When Las Almas Rotas opened its doors in 2017, mezcal didn’t occupy the same place in the hearts of Dallas drinkers that it does now. The smoky, agave-based spirit wasn’t really a fixture on local bar menus, even as the city’s obsession with margaritas endured. Since its debut, though, Eater Dallas’s 2018 bar of the year has sparked incredible interest in the finest Mexican spirits.
A project of wife-and-husband duo Leigh and Shad Kvetko and their business partner Taylor Samuels, Las Almas Rotas was originally born out of a mezcal tasting club made up of the trio’s group of friends. “We had an informal group that would meet at each other’s houses, the host would cook, and everybody would bring a bottle of mezcal,” Shad Kvetko says. “It was a great way to try a lot of different mezcals without spending a lot of money.”
From there, Kvetko says that he and his friends just wanted a cool place to drink, which led them to the space in Exposition Park. None of the partners had any experience in running or working in restaurants, and the venture was entirely self-funded, which meant that the bar would really need to hit the ground running in order to keep the doors open.
After Las Almas Rotas arrived, the team also knew they had an uphill battle to climb in terms of educating the average drinker on the finer points of mezcal. “There are some connoisseurs in the area, always have been, but our main customer base was just not very aware of the spirit,” he says. “If they were aware, it was because they’d tried some really terrible mezcal or tequila and had a terrible experience, so we had to do some re-educating, too.” Unlike most of the city’s other drinking dens, which specialize in fancy cocktails or slinging as many Red Bull and vodkas as possible, Las Almas Rotas has also trained its focus on neat pours of agave-based spirits, a risky decision in a cocktail-obsessed city.
To that end, the bar has hosted a number of mezcaleros, the artisans in Mexico who distill mezcal, along with representatives from the various tequila brands for educational seminars. The bar also introduced agave flights, allowing drinkers to test and compare different types of mezcal, and flew some of its employees to Mexico so that they could tour the palenques (distilleries) where the spirit is produced. “The last thing I want is for one of my employees to answer a question with ‘I don’t know,’” he says. “We want them to really understand what they’re serving, and unless you experience it in its cultural context, it’s really hard to know it.”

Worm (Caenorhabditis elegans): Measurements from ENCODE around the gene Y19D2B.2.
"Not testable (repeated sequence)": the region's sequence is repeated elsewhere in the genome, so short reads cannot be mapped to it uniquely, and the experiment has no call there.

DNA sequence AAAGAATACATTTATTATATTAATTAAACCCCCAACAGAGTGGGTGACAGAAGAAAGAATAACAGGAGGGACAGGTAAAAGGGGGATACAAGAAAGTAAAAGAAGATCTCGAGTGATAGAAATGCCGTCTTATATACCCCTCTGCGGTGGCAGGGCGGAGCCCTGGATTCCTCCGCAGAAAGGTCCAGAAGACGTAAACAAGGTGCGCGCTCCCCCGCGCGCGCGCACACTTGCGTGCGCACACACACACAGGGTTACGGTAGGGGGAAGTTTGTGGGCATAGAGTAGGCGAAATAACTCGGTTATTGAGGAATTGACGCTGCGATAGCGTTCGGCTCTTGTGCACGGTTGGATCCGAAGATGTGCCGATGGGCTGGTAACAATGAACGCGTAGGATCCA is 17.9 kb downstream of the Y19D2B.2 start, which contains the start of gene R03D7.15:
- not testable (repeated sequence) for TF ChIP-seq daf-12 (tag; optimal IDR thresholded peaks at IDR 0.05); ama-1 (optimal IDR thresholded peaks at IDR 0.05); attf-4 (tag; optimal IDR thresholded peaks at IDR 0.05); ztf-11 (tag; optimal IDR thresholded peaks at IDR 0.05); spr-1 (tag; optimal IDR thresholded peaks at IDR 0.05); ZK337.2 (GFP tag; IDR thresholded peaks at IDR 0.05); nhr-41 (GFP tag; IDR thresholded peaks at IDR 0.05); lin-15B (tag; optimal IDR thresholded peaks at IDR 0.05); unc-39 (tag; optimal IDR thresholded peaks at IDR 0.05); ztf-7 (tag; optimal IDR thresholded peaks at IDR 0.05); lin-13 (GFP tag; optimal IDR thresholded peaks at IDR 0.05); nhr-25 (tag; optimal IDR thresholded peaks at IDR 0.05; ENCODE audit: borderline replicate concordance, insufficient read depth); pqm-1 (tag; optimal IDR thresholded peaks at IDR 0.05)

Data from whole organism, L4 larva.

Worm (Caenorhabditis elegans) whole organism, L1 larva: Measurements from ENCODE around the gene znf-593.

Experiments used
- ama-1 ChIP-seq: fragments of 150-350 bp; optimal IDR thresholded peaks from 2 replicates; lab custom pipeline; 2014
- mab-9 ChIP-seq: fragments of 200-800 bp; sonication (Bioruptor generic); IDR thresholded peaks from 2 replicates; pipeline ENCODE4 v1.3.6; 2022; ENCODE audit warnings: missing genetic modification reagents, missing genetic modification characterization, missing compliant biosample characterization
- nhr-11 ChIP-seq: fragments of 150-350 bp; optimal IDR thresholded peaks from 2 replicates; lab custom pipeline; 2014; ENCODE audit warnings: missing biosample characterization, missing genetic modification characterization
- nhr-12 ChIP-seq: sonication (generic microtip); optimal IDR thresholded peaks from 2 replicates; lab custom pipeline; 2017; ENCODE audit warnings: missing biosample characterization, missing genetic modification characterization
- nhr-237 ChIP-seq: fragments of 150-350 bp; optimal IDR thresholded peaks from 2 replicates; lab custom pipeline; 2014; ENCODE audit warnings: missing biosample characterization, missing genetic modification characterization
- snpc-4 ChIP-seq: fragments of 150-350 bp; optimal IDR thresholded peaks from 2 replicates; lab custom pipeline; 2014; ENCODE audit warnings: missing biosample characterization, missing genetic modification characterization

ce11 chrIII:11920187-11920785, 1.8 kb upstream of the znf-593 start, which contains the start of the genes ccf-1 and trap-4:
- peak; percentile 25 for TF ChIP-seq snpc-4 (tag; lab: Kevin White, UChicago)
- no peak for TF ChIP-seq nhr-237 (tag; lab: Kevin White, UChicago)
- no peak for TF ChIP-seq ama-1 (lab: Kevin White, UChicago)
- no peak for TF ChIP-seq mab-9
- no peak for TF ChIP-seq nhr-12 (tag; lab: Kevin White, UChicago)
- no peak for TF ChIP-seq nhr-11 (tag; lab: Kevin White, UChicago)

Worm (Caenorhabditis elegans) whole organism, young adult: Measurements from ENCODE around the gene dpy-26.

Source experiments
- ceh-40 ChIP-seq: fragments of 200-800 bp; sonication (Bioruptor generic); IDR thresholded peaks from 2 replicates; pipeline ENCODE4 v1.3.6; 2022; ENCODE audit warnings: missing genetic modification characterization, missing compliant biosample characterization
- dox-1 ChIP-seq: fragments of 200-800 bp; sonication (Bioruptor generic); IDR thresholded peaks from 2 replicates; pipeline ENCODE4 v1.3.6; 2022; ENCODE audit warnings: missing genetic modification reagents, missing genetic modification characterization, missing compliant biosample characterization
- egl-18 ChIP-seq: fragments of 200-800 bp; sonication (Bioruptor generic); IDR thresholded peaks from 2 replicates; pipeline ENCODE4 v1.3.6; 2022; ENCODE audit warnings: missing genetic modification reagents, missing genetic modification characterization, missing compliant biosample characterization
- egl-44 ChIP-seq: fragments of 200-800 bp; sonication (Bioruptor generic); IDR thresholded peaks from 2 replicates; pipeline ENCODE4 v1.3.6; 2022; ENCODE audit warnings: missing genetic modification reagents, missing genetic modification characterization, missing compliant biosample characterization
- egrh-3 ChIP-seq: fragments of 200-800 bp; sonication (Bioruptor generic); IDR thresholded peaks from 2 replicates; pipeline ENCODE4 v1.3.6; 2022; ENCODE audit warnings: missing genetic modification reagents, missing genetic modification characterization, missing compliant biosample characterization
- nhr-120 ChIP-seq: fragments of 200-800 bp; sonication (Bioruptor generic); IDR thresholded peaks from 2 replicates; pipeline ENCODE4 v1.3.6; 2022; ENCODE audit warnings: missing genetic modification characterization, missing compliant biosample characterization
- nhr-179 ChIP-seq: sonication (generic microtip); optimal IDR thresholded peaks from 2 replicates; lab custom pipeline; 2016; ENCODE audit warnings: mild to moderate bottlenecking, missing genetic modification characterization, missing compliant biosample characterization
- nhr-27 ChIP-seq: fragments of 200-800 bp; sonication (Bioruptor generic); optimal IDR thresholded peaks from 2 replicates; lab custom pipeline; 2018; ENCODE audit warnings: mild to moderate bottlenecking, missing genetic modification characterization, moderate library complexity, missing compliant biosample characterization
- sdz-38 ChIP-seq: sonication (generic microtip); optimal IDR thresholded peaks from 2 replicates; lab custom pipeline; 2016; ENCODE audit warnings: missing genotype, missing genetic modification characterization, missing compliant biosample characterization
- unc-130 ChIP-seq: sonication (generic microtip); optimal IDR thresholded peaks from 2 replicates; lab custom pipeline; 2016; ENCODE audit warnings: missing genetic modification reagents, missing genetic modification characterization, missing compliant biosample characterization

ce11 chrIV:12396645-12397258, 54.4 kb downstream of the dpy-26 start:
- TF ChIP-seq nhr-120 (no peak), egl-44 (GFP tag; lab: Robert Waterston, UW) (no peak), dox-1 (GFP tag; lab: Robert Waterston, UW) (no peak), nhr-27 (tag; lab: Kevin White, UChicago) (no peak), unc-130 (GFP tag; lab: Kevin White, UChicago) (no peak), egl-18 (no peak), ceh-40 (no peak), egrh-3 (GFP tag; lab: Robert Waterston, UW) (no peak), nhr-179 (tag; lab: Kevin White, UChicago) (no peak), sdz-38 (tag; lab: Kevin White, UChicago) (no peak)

That cultural context also played a massive role in developing the bar’s identity. From the beginning, it was important to Las Almas’s owners that its decor and vibe completely eschew negative stereotypes of Mexicans and kitschy cliches that have often been used in themed restaurants and bars. “We did not want to open a ‘Mexican-themed’ bar,” Kvetko says. “We try our best to honor the spirit and the culture and we’re not trying to claim anything as our own.” As a result, the bar has attracted a devoted following of Mexican expats and nationals who live and work in Dallas.
Part of that commitment to honoring the spirit means an intense focus on sourcing ethically produced spirits, which is especially difficult when it comes to tequila. The spirit is often produced by massive corporations, not artisans, which leads to cutting corners during production in ways that Kvetko describes as destructive to both the spirit’s identity and the environment. Traditional artisan methods, like crushing agave by hand, have been replaced with giant machines that are great at producing large quantities of tequila efficiently but without much flavor. To recreate the flavor profile of a great tequila, additives like “tequila flavoring” and glycerin, which produces an artificially smoother mouthfeel, go into the finished product.
The most important of these ethically sourced tequilas is the budget-friendly spirit that is used to make well drinks at Las Almas Rotas. “Usually bars are putting the cheapest tequila, the cheapest mezcal in their wells,” he says. “That’s the most important decision we can make as a retailer. I can put together this library of high-priced spirits, but they’re going to sit on the shelf for a long time. The well is where 90 percent, or even 95 percent, of your money is going to go.” At Las Almas Rotas, mezcalero-owned Mezcal Gracias a Dios and family-owned Arete tequila, are mixed into even the most inexpensive margaritas and palomas.
Surprisingly, though, neither of those cocktails are the bar’s top seller. That honor goes to its version of a Ranch Water, mixed with mezcal or tequila, lime, and fizzy Topo Chico. It’s a classic West Texas highball that was, legend has it, invented by a Fort Davis rancher who was so stupefied by the drink that he ended up asleep underneath a pinon tree miles away in Marathon, according to Punch. “Even though Dallas is a margarita town, people really love the Ranch Water,” Kvetko says. “It’s a very simple cocktail and some places try to gussy it up, but we’ve found that it really works best with just tequila, lime, and Topo, served right inside the bottle.”
Even though Ranch Water is Las Almas Rotas’s most popular drink, its second most popular offering is a flight of straight-up tequilas and mezcals, which is a testament to the city’s changing attitudes toward mezcal. Kvetko thinks that a lot of that has to do with the intensity with which he and his team have spent the past two years evangelizing the spirit. “When you start from a place of passion, that can be infectious to people,” he says. “If you’re just trying to make money, it’s hard to speak of something with passion. For us, it’s easy to engage our customers because we’re really trying to make them understand why mezcal is so special.”
This is the latest in a series of features on Eater Dallas’s 2018 Eater Awards winners. Stay tuned for the final installment soon.